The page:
Money, mayhem and murder: Timeline of a scandal
March 13: Media revealed major ACC privacy breach as thousands of client details were accidentally sent to an unnamed claimant – later identified as Bronwyn Pullar. Details include nearly 250 clients from ACC’s sensitive claims unit.
March 17: Media reported ACC released a report to new Minister Judith Collins, outlining how an un-named whistleblower tried to negotiate a guaranteed two-year benefit in exchange for return of the spreadsheet providing the privacy breach details. Police were to investigate alleged threats.
March 18: Ms Pullar was named in a letter from her confidante and former National Party president, Michelle Boag to Ms Collins, which was leaked to the media by a source yet to be identified. Ms Pullar later denied using ACC’s mistake as leverage to secure a two-year guaranteed benefit.
March 21: Former ACC Minister Nick Smith resigned all cabinet portfolios after it was revealed he wrote an endorsement letter for Ms Pullar on ministerial letterhead in July 2011 supporting her ACC claim while he was ACC minister.
March 21: ACC chief executive Ralph Stewart confirmed Dr Smith’s letter was received by ACC officials but said it “absolutely did not “affect how ACC handled her case.
March 22: Ms Pullar apologised publically to Dr Smith: “Nick I am very sorry for what happened yesterday. This was an unintended consequence of my action to campaign on privacy rights and hold ACC to account. It is truly regrettable. I know you were only trying to help a mate and you’ve fallen victim to my condition of repetitive behaviour and pestering, which is a direct consequence of my head injury.”
March 23: Privacy commissioner Marie Shroff confirmed an inquiry into how 6700 ACC claimants’ information was sent to Ms Pullar. This could involve forensic investigations of computers over the leak of an email sent to Ms Collins about Ms Pullar.
An inquiry report by KPMG auditors former Australian Privacy Commissioner Malcolm Crompton is due on August 23.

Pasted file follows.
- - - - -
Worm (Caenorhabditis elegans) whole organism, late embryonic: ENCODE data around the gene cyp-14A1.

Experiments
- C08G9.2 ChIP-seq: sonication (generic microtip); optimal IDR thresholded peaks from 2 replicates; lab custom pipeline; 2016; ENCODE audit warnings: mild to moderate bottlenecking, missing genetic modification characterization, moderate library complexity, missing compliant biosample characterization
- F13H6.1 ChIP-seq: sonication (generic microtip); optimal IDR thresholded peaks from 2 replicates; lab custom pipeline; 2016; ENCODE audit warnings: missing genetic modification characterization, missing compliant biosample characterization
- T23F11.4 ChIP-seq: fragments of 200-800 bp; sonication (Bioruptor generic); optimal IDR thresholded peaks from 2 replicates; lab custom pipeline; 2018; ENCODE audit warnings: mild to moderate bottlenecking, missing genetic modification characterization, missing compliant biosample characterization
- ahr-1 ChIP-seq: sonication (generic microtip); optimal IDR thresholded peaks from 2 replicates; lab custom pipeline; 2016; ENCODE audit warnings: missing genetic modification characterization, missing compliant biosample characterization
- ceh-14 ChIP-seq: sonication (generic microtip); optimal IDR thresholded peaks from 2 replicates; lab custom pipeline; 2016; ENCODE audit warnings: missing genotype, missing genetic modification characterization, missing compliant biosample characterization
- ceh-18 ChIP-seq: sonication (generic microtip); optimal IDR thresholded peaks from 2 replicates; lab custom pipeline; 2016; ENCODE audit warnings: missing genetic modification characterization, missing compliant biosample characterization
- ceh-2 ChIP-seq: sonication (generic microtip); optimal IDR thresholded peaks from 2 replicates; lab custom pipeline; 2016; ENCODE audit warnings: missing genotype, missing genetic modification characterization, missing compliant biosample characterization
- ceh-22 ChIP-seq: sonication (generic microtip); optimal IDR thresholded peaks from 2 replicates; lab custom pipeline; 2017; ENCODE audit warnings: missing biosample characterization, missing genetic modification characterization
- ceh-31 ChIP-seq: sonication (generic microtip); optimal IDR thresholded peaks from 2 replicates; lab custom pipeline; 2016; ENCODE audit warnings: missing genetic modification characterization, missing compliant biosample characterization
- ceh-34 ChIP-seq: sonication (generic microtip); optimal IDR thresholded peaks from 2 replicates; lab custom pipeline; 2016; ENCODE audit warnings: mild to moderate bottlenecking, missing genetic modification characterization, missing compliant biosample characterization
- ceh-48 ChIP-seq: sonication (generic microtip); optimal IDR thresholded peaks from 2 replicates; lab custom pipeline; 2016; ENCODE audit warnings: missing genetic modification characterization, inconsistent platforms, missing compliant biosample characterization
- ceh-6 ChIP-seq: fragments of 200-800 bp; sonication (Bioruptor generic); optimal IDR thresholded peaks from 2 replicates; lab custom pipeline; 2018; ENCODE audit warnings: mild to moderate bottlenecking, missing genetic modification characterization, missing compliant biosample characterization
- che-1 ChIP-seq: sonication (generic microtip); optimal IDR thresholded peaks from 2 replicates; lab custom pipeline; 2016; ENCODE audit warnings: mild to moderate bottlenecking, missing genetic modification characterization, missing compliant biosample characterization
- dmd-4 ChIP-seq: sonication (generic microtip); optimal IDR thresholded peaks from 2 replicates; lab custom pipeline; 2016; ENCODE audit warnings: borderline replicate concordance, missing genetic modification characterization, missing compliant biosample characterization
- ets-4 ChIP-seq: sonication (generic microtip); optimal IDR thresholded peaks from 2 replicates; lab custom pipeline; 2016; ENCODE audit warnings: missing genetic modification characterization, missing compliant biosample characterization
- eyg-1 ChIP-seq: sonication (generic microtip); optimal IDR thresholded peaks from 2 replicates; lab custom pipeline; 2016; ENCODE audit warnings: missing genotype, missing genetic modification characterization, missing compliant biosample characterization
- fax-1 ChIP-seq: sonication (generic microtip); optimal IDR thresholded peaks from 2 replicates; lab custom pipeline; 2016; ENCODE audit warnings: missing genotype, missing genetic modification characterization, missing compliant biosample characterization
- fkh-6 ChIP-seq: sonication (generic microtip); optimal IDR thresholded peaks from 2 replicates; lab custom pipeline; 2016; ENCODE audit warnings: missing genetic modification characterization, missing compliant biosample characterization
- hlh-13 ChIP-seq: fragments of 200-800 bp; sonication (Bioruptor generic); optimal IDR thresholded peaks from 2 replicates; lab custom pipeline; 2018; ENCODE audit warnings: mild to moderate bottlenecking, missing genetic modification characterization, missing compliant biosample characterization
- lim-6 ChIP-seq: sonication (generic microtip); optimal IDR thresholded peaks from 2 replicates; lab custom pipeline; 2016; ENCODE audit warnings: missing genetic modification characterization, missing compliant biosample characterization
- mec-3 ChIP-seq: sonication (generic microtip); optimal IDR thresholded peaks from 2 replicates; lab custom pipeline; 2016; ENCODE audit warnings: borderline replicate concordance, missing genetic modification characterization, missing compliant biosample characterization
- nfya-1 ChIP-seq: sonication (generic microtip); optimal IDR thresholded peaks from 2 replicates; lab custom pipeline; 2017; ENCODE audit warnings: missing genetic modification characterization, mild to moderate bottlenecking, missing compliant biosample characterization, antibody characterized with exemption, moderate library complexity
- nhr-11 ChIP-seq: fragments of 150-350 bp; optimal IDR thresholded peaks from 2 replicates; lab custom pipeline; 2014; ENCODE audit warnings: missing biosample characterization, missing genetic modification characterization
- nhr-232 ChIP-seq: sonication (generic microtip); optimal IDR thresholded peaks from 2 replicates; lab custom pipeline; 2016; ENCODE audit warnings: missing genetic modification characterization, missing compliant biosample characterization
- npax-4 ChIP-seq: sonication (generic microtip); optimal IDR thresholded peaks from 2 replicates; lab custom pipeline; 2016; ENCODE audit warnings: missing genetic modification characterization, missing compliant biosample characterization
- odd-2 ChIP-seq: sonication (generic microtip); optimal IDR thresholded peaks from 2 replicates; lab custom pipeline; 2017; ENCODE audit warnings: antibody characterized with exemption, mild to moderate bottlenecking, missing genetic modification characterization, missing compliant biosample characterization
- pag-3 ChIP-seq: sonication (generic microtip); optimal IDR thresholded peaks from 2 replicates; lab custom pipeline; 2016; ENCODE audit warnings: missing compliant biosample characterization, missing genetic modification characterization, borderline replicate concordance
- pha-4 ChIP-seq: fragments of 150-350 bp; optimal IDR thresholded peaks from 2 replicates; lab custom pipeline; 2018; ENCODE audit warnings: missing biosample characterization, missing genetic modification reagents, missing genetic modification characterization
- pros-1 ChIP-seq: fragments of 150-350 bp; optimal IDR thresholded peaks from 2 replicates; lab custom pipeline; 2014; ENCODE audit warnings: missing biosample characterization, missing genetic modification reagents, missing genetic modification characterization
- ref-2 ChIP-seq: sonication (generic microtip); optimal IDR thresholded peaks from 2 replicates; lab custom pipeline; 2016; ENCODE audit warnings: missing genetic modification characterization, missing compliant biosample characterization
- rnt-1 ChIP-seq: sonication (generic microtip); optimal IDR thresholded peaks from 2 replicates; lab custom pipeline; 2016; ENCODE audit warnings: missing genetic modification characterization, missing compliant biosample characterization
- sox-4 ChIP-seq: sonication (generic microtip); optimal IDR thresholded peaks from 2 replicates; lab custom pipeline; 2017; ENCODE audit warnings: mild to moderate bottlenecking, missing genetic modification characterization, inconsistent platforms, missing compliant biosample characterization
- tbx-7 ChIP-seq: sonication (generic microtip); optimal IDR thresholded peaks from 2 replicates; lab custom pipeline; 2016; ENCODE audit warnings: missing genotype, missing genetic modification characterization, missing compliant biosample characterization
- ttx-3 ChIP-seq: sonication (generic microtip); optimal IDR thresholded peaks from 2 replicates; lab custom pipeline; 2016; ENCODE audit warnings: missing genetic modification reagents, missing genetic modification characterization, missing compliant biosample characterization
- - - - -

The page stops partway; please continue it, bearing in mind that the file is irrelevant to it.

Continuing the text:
March 29: TV One’s Close Up said it was leaked Sovereign Insurance’s letter to Ms Boag over an attempt to get a $14 million payout for Ms Pullar for injuries from a 2002 cycling accident.
The letter refers to an influential list of National Party supporters in what was seen as an attempt to influence and push through Ms Pullar’s claim.
March 30: Ms Pullar makes her first public comment on the saga and its fall-out. In a press statement, she described the “List of 28” as “known people who were aware of my dispute with the insurer and who the insurer may encounter in the course of their business.
“This was in the context of us entering into negotiations to reach a confidential settlement,” Ms Pullar said in her statement.
She said an unnamed “adviser” asked her to prepare the list of 28 names.
“Provision of this list was necessary in case the insurer subsequently faced questions from these parties who had knowledge of the dispute.”
March 30: Sovereign Insurance refused to comment.
March 30: Ms Collins launched defamation action against Labour MPs Trevor Mallard and Andrew Little, accusing them of defaming her in comments about the leaking of Ms Boag’s March email, which led to Ms Pullar’s identity being revealed in the media. Ms Collins denied she, or her office, was responsible for the leak. A judge-alone defamation trial is due in February.
April 4: Auditor-general Lyn Provost announced an investigation of the ACC board’s handling of Ms Pullar’s claim.
June 5: Police completed a preliminary investigation into ACC’s complaint about Ms Pullar’s alleged attempt to secure a two-year guaranteed benefit in exchange for return of leaked emails.
Assistant Commissioner Malcolm Burgess said there would be no further police investigation into the concerns raised by ACC.
“After careful consideration of the evidence now available and a separate legal review of the facts we have determined that no offence has been disclosed.”
ACC accepted the outcome of the police investigation but chairman John Judge and chief executive Ralph Stewart said ACC’s original report on the meeting was complete and accurate and staff considered that a threat had been made.
June 10: Bronwyn Pullar’s interview with 60 Minutes reporter Melanie Reid was broadcast. “I broke my neck or the first rib, chest injuries, back injuries, neck injuries, nose injury, eye injury… and I broke my elbow as well,” Ms Pullar told Ms Reid. “How could they send me a file with 7000 names in it and not be aware of it? That’s what I couldn’t get my head around. But really, this issue was bigger than me.”’
“The Eye of the Storm” interview also featured Ms Pullar’s extracts from a secret tape recording of her and Ms Boag’s December meeting with ACC officials. Ms Pullar told Ms Reid she believed there had been a campaign to discredit her as a distraction from the real issues she wanted highlighted.
June 12: An announcement said ACC board chairman John Judge would step down at the end of June.
June 13: ACC chief executive Ralph Stewart resigned after less than a year in the job and was replaced by former Commerce Commission chairwoman Paula Rebstock. By now, ACC’s boardroom cleanout has also claimed deputy chairman John McCliskie and director Rob Campbell.
June 13: Following Mr Stewart’s resignation, Labour MP Andrew Little called for Ms Collins to go.